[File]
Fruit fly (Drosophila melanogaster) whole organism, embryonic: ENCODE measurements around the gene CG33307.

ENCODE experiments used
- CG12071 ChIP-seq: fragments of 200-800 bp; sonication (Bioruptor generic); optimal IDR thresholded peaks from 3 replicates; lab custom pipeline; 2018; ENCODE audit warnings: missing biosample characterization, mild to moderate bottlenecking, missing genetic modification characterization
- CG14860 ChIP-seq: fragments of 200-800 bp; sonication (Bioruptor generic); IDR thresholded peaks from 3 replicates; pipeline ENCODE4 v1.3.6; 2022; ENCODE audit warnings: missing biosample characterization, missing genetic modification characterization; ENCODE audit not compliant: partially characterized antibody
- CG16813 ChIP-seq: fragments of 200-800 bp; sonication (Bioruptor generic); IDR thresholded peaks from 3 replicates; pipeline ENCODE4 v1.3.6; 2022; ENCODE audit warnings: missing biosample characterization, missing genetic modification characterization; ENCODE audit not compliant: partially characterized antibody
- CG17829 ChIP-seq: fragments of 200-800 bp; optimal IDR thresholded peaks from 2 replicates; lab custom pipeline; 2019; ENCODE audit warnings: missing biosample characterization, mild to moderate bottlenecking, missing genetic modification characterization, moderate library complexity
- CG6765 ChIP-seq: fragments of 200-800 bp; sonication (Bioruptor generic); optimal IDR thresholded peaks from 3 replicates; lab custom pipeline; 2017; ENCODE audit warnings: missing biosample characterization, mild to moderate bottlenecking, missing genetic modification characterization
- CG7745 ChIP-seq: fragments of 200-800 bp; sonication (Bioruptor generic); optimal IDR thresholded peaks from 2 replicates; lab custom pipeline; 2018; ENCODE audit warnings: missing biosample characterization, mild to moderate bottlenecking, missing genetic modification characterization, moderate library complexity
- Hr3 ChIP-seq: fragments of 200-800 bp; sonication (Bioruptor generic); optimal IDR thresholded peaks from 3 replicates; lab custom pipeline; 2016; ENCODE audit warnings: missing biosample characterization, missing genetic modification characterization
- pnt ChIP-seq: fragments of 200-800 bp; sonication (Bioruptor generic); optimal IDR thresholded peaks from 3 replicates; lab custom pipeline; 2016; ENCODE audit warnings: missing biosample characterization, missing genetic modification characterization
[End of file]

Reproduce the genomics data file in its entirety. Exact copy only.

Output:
Fruit fly (Drosophila melanogaster) whole organism, embryonic: ENCODE measurements around the gene CG33307.

ENCODE experiments used
- CG12071 ChIP-seq: fragments of 200-800 bp; sonication (Bioruptor generic); optimal IDR thresholded peaks from 3 replicates; lab custom pipeline; 2018; ENCODE audit warnings: missing biosample characterization, mild to moderate bottlenecking, missing genetic modification characterization
- CG14860 ChIP-seq: fragments of 200-800 bp; sonication (Bioruptor generic); IDR thresholded peaks from 3 replicates; pipeline ENCODE4 v1.3.6; 2022; ENCODE audit warnings: missing biosample characterization, missing genetic modification characterization; ENCODE audit not compliant: partially characterized antibody
- CG16813 ChIP-seq: fragments of 200-800 bp; sonication (Bioruptor generic); IDR thresholded peaks from 3 replicates; pipeline ENCODE4 v1.3.6; 2022; ENCODE audit warnings: missing biosample characterization, missing genetic modification characterization; ENCODE audit not compliant: partially characterized antibody
- CG17829 ChIP-seq: fragments of 200-800 bp; optimal IDR thresholded peaks from 2 replicates; lab custom pipeline; 2019; ENCODE audit warnings: missing biosample characterization, mild to moderate bottlenecking, missing genetic modification characterization, moderate library complexity
- CG6765 ChIP-seq: fragments of 200-800 bp; sonication (Bioruptor generic); optimal IDR thresholded peaks from 3 replicates; lab custom pipeline; 2017; ENCODE audit warnings: missing biosample characterization, mild to moderate bottlenecking, missing genetic modification characterization
- CG7745 ChIP-seq: fragments of 200-800 bp; sonication (Bioruptor generic); optimal IDR thresholded peaks from 2 replicates; lab custom pipeline; 2018; ENCODE audit warnings: missing biosample characterization, mild to moderate bottlenecking, missing genetic modification characterization, moderate library complexity
- Hr3 ChIP-seq: fragments of 200-800 bp; sonication (Bioruptor generic); optimal IDR thresholded peaks from 3 replicates; lab custom pipeline; 2016; ENCODE audit warnings: missing biosample characterization, missing genetic modification characterization
- pnt ChIP-seq: fragments of 200-800 bp; sonication (Bioruptor generic); optimal IDR thresholded peaks from 3 replicates; lab custom pipeline; 2016; ENCODE audit warnings: missing biosample characterization, missing genetic modification characterization